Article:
And The Silver Medal Goes To China… Or Does It?

Heather Horn at The Atlantic with the round-up

Ryan Avent at DiA at The Economist:

CHINA has, at long last, surpassed Japan in terms of nominal GDP, making the Chinese economy the world’s second largest. Second quarter output in China came in at $1.337 trillion, to Japan’s $1.288 trillion (Japan’s output was larger in the first quarter; for comparison, America’s second quarter nominal output was $3.522 trillion). The shift is sure to be widely discussed and widely misinterpreted. There are a few key things to mention.

First, while Chinese growth has been truly impressive in recent decades, the rapid overtaking of the Japanese economy also reflects years of disappointing growth there. This story is as much about Japan’s travails (and the risk to other rich economies facing a descent into Japanese-style stagnation) as it is China’s boom.

Second, China remains a very poor country in per capita terms. It uses over four times as many citizens as America to produce less than half America’s output. That’s a bit misleading—urban productivity in China doesn’t lag America by quite as much but is offset by the limited growth contribution of China’s hundreds of millions of rural poor. Still, the total output figures encourage observers to vastly overstate the developmental level of the Chinese economy.

Joshua Keating at Foreign Policy:

The world economy reached a major milestone Monday when China officially became the world’s second-largest economy, displacing Japan, which has held the title for more than four decades. The recognition of China’s new status came after the Japanese government reported that, after a quarter of slow economic growth, the country’s annual gross domestic product (GDP) was estimated to be around $1.28 trillion, slightly below China’s $1.33 trillion. Do all countries use the same method for estimating GDP?

They’re supposed to. The System of National Accounts (SNA), a set of guidelines developed jointly by the United Nations, the European Commission, the International Monetary Fund (IMF), the Organization for Economic Co-operation and Development, and the World Bank, specifies the methods by which countries measure the size of their economies.

There are two main methods for estimating GDP. One involves looking at production. This includes the value of the goods produced by all the firms in the country, the added value of government work projects, and — particularly in developing countries — the value of goods produced for personal consumption, like the crops grown by subsistence farmers. Not all wealth counts toward GDP. For instance, if you build a new house, that’s considered value added to the economy.  If a pre-existing house increases in value, the owner may be better off, but the country’s GDP is unaffected. Of course, companies often have a vested interest in exaggerating their profits, so reliable figures can sometimes be tough to calculate.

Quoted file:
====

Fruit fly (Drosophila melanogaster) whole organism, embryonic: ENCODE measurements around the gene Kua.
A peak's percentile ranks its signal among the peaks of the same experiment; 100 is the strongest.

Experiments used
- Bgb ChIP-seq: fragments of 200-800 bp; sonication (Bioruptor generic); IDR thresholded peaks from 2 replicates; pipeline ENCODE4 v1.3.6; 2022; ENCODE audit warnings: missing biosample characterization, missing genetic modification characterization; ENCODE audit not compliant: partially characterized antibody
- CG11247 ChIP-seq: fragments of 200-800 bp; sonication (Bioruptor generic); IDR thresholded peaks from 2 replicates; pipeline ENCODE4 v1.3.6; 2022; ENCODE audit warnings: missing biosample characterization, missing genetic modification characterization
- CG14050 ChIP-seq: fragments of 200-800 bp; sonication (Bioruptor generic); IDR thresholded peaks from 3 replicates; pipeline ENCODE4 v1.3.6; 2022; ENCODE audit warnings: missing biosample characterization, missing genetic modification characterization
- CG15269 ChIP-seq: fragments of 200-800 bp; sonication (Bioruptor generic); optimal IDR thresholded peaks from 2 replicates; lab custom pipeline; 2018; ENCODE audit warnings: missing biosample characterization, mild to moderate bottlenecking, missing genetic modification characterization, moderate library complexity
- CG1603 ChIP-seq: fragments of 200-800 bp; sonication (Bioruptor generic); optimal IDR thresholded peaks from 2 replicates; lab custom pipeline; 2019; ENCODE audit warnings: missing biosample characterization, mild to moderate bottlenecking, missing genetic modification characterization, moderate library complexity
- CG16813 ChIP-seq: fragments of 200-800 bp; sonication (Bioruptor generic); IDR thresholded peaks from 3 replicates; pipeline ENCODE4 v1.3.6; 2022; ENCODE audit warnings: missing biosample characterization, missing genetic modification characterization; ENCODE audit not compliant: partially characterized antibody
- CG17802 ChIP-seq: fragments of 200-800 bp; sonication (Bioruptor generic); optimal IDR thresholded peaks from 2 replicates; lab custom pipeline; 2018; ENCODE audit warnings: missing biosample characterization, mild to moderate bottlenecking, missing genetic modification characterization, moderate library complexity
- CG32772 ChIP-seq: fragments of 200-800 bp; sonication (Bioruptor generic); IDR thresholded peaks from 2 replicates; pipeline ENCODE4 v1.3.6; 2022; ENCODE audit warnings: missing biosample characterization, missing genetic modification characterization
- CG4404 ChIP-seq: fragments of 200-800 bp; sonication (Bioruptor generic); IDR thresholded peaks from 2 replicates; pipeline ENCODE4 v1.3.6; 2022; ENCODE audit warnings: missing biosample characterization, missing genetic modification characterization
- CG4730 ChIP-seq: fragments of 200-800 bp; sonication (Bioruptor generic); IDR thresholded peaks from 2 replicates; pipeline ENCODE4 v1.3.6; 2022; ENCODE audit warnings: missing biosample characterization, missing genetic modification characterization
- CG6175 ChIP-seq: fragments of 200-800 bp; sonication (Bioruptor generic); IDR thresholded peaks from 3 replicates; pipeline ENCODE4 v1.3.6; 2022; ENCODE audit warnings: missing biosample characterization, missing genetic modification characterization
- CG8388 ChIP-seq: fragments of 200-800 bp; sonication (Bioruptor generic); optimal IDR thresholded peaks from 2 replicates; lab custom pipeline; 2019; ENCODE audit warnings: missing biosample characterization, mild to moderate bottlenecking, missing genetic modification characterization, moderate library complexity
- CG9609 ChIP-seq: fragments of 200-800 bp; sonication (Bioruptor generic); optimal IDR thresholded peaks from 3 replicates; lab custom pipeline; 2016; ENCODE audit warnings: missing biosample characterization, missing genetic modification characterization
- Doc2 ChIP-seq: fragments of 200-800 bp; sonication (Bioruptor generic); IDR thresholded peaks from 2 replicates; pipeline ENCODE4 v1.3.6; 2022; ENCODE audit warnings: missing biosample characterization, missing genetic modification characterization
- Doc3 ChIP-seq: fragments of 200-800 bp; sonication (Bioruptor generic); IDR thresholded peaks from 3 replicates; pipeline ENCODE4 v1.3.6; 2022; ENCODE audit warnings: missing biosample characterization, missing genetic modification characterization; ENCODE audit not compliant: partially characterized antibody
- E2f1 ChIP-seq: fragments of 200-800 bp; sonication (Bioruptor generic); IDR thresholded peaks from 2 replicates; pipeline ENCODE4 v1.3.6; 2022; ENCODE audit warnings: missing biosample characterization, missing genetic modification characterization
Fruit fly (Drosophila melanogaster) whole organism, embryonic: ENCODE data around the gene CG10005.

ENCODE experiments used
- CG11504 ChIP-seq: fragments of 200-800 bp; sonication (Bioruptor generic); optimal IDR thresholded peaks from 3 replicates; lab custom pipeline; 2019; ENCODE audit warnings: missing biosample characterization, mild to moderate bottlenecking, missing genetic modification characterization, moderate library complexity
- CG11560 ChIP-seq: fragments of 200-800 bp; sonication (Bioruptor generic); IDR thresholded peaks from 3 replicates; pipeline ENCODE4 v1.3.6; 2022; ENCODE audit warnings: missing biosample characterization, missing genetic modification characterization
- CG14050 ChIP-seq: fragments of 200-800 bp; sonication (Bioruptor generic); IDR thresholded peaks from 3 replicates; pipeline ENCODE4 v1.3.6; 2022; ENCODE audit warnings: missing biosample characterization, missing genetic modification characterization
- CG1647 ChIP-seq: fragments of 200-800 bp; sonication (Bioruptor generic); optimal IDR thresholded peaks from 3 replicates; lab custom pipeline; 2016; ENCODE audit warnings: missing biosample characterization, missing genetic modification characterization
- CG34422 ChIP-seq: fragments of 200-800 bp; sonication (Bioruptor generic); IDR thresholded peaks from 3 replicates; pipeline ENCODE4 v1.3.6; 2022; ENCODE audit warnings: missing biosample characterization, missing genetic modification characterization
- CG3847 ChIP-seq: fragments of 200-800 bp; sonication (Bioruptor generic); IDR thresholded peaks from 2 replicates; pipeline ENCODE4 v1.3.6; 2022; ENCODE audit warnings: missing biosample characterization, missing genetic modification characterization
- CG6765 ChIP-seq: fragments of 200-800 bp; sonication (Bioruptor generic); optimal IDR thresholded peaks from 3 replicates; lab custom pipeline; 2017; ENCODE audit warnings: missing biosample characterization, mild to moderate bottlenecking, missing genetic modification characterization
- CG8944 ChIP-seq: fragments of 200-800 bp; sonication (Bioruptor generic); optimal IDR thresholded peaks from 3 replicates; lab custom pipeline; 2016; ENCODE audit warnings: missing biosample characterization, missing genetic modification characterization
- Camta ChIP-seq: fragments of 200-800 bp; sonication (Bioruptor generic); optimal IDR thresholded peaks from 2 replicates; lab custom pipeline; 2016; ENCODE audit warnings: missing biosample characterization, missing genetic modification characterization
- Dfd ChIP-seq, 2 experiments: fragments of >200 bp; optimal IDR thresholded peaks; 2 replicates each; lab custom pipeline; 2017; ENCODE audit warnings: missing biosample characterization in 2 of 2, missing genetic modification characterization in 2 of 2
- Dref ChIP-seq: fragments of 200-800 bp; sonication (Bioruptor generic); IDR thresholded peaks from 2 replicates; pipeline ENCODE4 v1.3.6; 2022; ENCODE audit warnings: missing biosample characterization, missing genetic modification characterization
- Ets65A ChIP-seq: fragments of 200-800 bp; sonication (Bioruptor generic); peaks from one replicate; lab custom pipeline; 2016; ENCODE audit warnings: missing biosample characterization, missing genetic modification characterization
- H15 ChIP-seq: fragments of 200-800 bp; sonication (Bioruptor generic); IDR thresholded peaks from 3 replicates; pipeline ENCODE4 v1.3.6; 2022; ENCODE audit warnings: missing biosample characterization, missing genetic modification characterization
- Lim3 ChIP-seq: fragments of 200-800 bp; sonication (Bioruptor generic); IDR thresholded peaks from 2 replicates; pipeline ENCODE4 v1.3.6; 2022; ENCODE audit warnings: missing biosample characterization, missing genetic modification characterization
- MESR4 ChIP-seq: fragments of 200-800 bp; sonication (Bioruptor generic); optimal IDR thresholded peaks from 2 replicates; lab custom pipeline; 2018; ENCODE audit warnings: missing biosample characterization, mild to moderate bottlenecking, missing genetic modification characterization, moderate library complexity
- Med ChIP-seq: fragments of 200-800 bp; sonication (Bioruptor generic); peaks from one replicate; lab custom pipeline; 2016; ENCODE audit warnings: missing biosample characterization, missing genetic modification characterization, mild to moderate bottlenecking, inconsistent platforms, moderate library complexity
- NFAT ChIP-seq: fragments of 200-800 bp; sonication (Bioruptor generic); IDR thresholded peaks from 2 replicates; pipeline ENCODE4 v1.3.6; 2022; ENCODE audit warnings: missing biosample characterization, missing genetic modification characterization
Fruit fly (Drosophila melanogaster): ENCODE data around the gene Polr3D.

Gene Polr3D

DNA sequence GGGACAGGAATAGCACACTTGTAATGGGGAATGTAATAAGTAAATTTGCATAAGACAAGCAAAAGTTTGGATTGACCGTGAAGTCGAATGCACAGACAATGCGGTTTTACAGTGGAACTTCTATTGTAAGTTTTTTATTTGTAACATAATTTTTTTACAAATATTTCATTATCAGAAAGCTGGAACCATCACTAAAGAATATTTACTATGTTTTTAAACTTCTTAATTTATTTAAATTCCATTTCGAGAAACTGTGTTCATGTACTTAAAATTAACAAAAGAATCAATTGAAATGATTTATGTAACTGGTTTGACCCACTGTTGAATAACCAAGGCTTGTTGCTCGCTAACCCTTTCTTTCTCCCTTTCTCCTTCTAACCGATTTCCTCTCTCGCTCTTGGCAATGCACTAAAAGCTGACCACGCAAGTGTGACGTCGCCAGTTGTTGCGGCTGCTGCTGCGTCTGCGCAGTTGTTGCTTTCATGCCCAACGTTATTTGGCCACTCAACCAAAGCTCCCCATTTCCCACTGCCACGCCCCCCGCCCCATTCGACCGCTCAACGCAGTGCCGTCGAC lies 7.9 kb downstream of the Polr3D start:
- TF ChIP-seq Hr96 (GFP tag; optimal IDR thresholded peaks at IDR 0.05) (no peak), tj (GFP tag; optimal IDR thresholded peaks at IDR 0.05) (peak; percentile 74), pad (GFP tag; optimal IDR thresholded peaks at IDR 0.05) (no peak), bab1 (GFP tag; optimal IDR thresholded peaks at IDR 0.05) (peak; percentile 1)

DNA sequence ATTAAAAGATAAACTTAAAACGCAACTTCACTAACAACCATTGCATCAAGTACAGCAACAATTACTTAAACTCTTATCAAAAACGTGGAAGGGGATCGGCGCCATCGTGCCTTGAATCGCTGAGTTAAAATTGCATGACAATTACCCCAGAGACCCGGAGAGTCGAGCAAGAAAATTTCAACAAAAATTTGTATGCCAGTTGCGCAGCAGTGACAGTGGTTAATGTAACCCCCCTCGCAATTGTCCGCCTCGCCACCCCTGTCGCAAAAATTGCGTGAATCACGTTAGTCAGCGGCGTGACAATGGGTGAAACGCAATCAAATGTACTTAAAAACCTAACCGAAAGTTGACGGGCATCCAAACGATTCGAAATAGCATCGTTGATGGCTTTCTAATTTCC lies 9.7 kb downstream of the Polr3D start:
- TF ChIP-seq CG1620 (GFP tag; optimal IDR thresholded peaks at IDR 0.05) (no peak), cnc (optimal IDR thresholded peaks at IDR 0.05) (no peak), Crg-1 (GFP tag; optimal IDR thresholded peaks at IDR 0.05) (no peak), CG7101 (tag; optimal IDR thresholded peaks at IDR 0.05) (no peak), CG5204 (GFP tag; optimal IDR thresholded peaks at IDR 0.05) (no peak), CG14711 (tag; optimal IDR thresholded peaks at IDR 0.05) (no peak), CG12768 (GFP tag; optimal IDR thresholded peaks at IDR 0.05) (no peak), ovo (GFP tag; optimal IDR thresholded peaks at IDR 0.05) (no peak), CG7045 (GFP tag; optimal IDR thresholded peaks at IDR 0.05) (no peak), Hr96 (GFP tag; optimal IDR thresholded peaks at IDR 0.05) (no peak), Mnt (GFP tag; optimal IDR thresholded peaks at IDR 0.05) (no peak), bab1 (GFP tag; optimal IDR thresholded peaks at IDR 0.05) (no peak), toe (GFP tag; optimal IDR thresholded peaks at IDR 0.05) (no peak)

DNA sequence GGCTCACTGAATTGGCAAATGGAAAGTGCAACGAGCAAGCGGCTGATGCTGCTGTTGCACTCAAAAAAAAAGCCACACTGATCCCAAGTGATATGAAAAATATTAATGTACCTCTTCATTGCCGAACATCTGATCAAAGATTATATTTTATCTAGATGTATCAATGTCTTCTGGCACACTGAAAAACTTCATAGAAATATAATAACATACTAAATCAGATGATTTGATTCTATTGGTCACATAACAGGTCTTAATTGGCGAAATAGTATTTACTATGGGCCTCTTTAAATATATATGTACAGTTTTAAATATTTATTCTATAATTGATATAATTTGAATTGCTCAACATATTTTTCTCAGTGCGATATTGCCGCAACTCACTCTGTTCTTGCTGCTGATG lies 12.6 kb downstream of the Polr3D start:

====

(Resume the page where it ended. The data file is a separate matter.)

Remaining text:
The other method of calculating GDP involves measuring total consumption of products by a country’s population. Since it relies mostly on household surveys, this method also has flaws. People tend to underreport the amount they spend on alcohol and cigarettes, for instance. But hopefully, the two measures should come up with close to the same number and when the results from the two approaches are compiled, they should give you a pretty good idea of the size of a country’s economy.


But for most countries, there’s no international legal authority to ensure that statistical offices are following the SNA guidelines, and international economists largely have to rely on self-reported numbers. While no one’s disputing China’s new status, the country has often been suspected of cooking its books. Although China is not a member of the OECD, it does cooperate with the organization in producing statistics according to the SNA guidelines.